“I’ve kind of walked in those shoes throughout my career. I know what it is to start from the bottom, to be self-made, to create your own company, to gain success,” says Queen Latifah about the connection she felt to legendary blues singer Bessie Smith, whom she plays in the biopic “Bessie,” which premieres on HBO on May 16. Watch our complete video chat below.
Latifah adds, “I don’t think my ego ever got as out of control as Bessie’s did, but being humbled in different ways, getting up and dusting yourself off, partying too much and hanging out too much, sleeping with the wrong person maybe. All those things I’ve kind of been through. I’ve been through hurt, I’ve been through pain, and so I felt like I had more of a real place to speak from when playing her … Even being a fighter for other people, for women, for equality, for African-Americans.”
But Latifah “didn’t know anything really” about Smith before she was presented with the role. “I was 22 when this project first came to me. I got her boxed set and started listening to her music, and I thought, wow, this is completely different than what rapper-slash-actress Queen Latifah was doing. It was totally different than what I was used to listening to, but I could recognize the power of her voice and the uniqueness of it.”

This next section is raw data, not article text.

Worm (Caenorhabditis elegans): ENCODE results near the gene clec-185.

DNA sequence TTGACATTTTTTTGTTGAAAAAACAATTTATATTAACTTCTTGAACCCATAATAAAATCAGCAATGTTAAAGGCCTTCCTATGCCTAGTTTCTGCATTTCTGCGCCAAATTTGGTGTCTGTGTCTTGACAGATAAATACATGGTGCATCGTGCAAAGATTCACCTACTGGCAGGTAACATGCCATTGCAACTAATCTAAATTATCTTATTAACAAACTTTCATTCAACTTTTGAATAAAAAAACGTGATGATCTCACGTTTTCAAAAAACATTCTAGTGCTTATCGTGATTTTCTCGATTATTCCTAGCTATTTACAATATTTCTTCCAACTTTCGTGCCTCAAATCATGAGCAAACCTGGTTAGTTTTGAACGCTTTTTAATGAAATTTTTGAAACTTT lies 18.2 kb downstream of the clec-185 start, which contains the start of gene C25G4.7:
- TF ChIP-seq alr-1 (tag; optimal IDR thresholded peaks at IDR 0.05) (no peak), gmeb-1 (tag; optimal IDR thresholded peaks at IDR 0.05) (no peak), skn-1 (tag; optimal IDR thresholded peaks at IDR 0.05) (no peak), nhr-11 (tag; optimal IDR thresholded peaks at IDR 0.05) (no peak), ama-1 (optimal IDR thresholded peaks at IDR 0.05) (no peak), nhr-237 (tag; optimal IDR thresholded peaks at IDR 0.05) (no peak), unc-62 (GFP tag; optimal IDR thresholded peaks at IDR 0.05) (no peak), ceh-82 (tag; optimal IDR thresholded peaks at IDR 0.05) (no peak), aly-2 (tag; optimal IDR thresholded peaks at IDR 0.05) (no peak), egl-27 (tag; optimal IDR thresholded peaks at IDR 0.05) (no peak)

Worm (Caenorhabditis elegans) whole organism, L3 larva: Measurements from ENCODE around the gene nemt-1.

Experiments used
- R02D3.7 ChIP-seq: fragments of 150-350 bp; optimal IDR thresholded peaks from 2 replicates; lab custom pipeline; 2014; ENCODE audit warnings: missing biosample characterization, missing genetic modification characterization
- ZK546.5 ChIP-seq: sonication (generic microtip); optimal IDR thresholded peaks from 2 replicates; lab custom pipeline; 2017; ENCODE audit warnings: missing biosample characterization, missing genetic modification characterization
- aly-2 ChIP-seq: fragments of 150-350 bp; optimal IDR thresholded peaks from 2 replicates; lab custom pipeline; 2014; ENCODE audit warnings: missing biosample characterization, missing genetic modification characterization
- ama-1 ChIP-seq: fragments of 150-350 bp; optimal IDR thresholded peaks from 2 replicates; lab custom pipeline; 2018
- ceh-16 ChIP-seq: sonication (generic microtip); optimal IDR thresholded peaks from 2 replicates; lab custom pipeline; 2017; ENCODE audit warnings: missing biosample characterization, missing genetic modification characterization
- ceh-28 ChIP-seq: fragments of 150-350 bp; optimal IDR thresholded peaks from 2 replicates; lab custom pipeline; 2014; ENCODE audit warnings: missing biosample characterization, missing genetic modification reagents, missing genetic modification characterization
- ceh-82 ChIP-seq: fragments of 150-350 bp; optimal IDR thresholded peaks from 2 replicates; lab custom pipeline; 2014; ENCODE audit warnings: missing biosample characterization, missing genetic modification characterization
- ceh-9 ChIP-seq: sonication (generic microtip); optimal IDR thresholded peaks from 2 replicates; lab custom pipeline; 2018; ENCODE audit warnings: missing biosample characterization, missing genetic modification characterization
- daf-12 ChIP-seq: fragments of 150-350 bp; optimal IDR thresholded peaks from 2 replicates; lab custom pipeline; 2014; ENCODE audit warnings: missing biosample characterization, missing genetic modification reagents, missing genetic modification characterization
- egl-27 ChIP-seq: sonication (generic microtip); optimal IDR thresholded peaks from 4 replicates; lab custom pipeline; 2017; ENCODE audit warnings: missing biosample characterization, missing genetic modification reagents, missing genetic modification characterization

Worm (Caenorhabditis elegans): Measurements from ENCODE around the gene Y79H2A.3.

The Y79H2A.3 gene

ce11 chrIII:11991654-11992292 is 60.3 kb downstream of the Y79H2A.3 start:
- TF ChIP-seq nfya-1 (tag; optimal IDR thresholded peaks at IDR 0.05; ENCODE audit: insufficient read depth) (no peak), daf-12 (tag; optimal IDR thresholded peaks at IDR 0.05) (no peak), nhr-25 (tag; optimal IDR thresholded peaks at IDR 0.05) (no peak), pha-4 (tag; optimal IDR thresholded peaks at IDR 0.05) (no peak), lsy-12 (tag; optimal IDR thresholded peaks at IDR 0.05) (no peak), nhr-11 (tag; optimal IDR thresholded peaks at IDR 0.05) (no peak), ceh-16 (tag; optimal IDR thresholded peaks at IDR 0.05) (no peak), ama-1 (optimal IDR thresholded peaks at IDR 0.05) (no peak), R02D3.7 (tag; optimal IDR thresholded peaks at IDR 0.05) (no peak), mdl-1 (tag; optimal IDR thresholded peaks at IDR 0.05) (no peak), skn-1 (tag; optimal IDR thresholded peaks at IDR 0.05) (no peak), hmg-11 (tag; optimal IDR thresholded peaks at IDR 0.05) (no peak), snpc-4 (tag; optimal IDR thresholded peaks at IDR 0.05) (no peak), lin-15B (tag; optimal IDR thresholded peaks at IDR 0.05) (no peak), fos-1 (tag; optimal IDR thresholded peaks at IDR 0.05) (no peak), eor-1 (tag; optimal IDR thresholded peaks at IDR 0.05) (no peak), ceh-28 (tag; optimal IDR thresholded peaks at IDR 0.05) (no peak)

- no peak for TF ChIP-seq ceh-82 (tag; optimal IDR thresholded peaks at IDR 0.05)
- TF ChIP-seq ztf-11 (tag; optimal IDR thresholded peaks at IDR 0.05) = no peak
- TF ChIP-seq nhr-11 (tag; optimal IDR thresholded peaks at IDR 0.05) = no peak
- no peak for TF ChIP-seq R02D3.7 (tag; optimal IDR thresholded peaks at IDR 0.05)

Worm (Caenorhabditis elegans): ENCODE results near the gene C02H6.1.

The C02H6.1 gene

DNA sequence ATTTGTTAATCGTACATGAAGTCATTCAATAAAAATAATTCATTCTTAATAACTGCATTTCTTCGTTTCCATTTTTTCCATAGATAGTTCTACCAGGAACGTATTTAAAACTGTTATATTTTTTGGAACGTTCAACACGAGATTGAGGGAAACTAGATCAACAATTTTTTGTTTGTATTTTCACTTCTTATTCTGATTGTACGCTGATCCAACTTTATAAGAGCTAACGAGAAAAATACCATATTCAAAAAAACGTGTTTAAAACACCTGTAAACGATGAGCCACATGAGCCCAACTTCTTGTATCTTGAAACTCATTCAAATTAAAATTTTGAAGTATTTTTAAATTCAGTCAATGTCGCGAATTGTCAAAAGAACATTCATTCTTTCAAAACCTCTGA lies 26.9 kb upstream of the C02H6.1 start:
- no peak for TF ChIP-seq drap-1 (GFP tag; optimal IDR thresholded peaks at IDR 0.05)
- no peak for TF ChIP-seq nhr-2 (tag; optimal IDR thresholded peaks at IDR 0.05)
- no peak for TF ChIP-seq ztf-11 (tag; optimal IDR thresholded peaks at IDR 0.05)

Early on in her Grammy-winning music career, Latifah was best known as a hip-hop artist, but over the years, she has expanded her repertoire to jazz (“The Dana Owens Album” and the film “Living Out Loud”), musical theater (her Oscar-nominated turn in “Chicago”) and gospel (the film “Joyful Noise”).
She’s always had such myriad musical influences. “My father played nothing but jazz,” she says, “and then my mother played everything from gospel to rock and roll, to folk, to R&B, pop music … there was always music of different sorts around me, so when I became a hip-hop artist, I could not just do beats and rhymes, I need to put some jazz in there, put some salsa in there, put some reggae in there.”
Now she adds yet another musical style to her skill set by singing the blues in “Bessie.”
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